Leyla Melikova, Ph.D. (Philos.), Senior Research Fellow, History of Religion and Social Thought Department, Academician Buniyatov Institute of Oriental Studies, National Academy of Sciences of Azerbaijan (Baku, Azerbaijan).
HOW BAHA’ISM TRAVELLED FROM THE EAST TO THE WEST
(IDEOLOGICAL EVOLUTION OF THE NEO-UNIVERSALIST RELIGIOUS DOCTRINE)
The author places the ideological evolution of the Baha’i faith as a religious doctrine in the context of the social and cultural trends of Western neoliberal ideology and globalism. She classifies this religious teaching, born in Iran in the mid-19th century (1844) out of the Shi‘a-Imamite messianic doctrine and fully developed by 1863, as a neo-universalist religious concept, the moral and ethical values of which did not offer sensational revelations, but followed the religious provisions of other faiths. Her analysis of the phenomenological aspects and quintessence of Baha’ism in the context of historical conditions and the factors that made it possible, the Baha’is religious identity, their relations with the environment, society, and the state reveals the contradictory and utopian nature of this faith.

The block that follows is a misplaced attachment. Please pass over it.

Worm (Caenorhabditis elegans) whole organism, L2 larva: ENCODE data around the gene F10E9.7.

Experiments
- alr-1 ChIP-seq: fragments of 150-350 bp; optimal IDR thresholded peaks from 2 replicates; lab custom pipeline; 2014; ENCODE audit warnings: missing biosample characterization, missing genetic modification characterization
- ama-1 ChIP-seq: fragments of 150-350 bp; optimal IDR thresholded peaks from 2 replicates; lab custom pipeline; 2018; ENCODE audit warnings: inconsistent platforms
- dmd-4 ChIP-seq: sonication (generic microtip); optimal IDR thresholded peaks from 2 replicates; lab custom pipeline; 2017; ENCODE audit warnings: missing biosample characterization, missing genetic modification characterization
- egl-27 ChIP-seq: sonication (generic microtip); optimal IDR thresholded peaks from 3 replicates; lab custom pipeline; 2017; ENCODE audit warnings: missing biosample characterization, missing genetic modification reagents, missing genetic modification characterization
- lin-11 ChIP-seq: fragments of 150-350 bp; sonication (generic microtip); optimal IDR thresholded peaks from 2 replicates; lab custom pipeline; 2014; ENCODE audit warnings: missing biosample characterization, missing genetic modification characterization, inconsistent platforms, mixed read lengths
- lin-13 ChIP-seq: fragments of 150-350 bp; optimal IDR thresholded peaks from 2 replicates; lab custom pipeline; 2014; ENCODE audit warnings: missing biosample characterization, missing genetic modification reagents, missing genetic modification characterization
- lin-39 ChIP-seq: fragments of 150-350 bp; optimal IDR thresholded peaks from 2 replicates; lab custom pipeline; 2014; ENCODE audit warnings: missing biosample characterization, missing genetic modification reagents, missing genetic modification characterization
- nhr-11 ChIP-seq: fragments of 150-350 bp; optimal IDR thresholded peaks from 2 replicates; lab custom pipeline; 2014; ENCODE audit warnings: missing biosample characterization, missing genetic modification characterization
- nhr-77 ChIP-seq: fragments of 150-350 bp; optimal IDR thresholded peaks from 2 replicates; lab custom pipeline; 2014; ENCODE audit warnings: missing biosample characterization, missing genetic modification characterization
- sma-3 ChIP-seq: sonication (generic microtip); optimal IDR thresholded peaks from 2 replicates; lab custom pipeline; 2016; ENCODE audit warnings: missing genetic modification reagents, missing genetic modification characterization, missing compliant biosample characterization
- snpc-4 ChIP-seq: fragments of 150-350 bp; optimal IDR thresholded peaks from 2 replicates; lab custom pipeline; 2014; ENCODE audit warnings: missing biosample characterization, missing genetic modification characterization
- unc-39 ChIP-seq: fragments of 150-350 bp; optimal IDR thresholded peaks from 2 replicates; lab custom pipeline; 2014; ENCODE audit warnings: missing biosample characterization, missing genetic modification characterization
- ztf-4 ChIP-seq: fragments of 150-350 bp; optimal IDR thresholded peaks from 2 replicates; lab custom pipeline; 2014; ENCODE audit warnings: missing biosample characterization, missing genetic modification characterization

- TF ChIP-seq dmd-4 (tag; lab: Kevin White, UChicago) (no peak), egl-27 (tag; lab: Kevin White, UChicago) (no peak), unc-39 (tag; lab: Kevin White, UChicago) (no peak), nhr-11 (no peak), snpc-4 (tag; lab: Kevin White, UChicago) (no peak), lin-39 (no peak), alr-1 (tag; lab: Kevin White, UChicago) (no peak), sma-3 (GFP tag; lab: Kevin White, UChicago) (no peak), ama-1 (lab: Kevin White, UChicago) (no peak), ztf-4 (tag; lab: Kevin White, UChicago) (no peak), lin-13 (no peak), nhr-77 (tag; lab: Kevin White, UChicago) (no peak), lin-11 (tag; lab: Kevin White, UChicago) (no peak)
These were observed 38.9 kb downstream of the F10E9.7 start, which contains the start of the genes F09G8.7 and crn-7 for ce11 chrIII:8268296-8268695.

Keywords: Baha’ism, the Bab, Bahá’u’lláh, Abdu’l-Bahá, Shoghi Effendi, globalism, neo-universalist religions, universalism, cosmopolitism.
By the turn of the 20th century, the institution of the church had gradually lost its followers amid the cultural and spiritual crisis in the West, which kindled a wide interest in all sorts of religious cults and theosophical, mainly Oriental, trends. Later, the new religiosity born of the culture of modernity rebounded as a fairly specific postmodernist, sociocultural phenomenon. An attentive listener, however, can discern a consistent call in the postmodernist cacophony to universalism and unification of mankind for the sake of…………..